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Long-Term Survival on Peritoneal Dialysis in End-Stage Renal Disease Due to Diabetes

Ploumis Passadakis1, Vassilis Vargemezis1, Dimitrios Oreopoulos2

(1) Department of Nephrology, Medical School, Democritus University of Thrace, Greece; and
(2) University Health Sciences, The Toronto Western Hospital and University of Toronto,
Toronto, Ontario, Canada


Diabetes mellitus is the fastest growing cause of end-stage renal disease (ESRD). Among patients requiring renal replacement therapy (RRT) worldwide, diabetes has become the leading cause of ESRD. Between 1984 and 1997, the percentage of new patients starting RRT whose ESRD was due to diabetes increased from 27% to 42.9% in United States [1].

The first and two-year mortality for diabetic patients in PD between the years 1989 to 1998 have been decreased by 26.6% and 20% per 1000 patient years, respectively [1]. Similar improvement has also been observed in our diabetic patient population in Toronto [2]. However long-term mortality rates in diabetic patients are still twice as high as in nondiabetic dialysis patients and actuarial rates of patient and only a small number of diabetic patients on PD have been followed for more than 5 years.

This may be due to that diabetic patients are vulnerable to considerable morbidity, which has been linked to diabetic nephropathy neuropathy and retinopathy. These devastating complications that increase with age and duration of diabetes as well as the presence of various comorbid conditions at the start of dialysis, may increase diabetic patients’ morbidity and mortality rates.

Comorbidity at the initiation of dialysis

Diabetics are at a higher risk of developing concurrent illnesses than the general population, while among ESRD patients, comorbidity is more common in diabetic than in nondiabetic patients. The presence, at the initiation of RRT, of a variety of comorbid conditions such as peripheral vascular disease, cerebrovascular disease, cardiovascular disease, hypoalbuminemia and hyperparathyroidism, may adversely affect outcomes and increase the mortality of diabetic patients undergoing dialysis.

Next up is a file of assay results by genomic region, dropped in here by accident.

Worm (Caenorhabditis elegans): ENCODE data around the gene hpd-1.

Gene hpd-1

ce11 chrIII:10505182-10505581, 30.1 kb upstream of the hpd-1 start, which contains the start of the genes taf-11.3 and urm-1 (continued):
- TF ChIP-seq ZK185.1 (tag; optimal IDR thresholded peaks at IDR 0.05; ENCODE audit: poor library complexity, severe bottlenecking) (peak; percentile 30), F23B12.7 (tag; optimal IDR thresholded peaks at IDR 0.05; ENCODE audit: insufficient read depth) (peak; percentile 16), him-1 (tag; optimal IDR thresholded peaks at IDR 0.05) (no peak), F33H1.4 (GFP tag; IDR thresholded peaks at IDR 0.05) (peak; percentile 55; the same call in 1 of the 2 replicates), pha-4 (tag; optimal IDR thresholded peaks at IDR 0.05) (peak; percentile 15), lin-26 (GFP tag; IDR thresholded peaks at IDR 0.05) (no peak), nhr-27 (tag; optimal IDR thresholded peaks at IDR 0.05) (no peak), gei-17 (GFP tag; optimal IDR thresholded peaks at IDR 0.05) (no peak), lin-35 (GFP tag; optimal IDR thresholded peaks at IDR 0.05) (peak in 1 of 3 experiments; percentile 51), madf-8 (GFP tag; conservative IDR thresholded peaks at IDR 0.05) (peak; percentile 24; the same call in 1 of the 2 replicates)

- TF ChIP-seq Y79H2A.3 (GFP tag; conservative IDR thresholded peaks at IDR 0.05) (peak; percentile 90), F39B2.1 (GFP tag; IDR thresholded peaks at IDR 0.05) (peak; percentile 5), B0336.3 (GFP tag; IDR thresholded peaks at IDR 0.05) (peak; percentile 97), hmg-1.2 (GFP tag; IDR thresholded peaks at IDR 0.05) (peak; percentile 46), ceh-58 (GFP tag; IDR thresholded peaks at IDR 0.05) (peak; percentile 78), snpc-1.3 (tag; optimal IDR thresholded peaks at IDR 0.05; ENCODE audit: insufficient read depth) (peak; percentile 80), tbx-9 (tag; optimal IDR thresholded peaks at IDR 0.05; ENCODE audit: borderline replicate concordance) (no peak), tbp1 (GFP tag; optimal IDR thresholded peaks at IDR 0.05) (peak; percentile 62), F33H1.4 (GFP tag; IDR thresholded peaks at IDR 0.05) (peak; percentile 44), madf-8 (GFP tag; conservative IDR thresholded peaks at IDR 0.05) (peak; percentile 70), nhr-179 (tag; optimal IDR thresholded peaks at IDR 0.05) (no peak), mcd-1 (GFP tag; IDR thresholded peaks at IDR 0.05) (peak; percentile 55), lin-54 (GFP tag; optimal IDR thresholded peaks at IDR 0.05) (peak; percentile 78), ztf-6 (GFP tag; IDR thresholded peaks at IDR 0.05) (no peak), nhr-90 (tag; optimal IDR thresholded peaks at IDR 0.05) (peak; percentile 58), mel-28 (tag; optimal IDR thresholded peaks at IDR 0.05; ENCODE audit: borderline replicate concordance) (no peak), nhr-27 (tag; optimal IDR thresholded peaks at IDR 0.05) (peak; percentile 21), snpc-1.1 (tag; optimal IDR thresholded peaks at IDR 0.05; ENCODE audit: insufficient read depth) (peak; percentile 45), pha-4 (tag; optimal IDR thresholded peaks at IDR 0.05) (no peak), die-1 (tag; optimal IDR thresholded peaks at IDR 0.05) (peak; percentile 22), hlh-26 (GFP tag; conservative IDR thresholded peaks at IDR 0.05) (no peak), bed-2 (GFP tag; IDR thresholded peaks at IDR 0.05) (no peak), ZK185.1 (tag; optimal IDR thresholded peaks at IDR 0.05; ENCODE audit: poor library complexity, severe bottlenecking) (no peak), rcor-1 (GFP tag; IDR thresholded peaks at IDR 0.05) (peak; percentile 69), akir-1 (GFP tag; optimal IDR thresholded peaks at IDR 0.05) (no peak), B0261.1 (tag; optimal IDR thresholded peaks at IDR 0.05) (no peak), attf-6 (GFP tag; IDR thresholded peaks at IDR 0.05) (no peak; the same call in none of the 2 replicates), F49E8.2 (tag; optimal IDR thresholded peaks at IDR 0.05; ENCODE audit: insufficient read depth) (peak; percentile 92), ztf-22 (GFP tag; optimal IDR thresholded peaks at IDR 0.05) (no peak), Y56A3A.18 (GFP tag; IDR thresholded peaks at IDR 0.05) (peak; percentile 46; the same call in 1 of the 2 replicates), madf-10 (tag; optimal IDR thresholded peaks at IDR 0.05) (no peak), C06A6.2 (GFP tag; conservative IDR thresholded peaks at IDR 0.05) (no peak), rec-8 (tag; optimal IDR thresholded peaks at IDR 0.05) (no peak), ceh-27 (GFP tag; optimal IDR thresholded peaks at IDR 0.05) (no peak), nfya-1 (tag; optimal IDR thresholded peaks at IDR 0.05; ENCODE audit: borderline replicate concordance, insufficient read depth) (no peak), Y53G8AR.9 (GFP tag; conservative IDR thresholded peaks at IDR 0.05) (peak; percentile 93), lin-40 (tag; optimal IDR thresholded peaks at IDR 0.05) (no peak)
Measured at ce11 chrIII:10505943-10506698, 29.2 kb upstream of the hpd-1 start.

Technique Survival Results of diabetic patients on PD

Although peritonitis remains the major cause of "drop out" (discontinuation of CAPD) among all CAPD patients, there is no evidence that diabetic patients are at increased risk of peritonitis and catheter-related infection. In our study [2], technique survival rates for the first, third, and fifth year of CAPD treatment were 93%, 72%, and 44% respectively; type 1 diabetic patients had better technique survival than type 2 diabetic patients.

Survival of diabetic patients on CAPD

The published [2–15] short-term survival rates for diabetic PD patients range from 74% – 95% (mean: 85%) for the first year, 52% – 84% (mean: 71%) for the second year, and 37% – 72% (mean: 51%) for the third year. After the third year, the reported [2–4,6–12,15] survival rates for diabetic patients on CAPD vary from 17% – 72% (mean: 39%) for the fourth year of survival and from 19% – 63% (mean: 35%) for the fifth year (Figure 1). These values are markedly lower than those of non-diabetic patients undergoing CAPD (Figure 2).

Figure 1. Actuarial patients survival. Long-term survival (beyond four years) of CAPD patients with diabetes mellitus. On the right the references from which the data were obtained are presented. Some of the values were estimated from the graphical presentation from the references.

Figure 2 . Actuarial patients survival. Long-term survival (beyond four years) of  non-diabetic CAPD patients. On the right the references from which the data were obtained are presented. Some of the values were estimated from the graphical presentation from the references.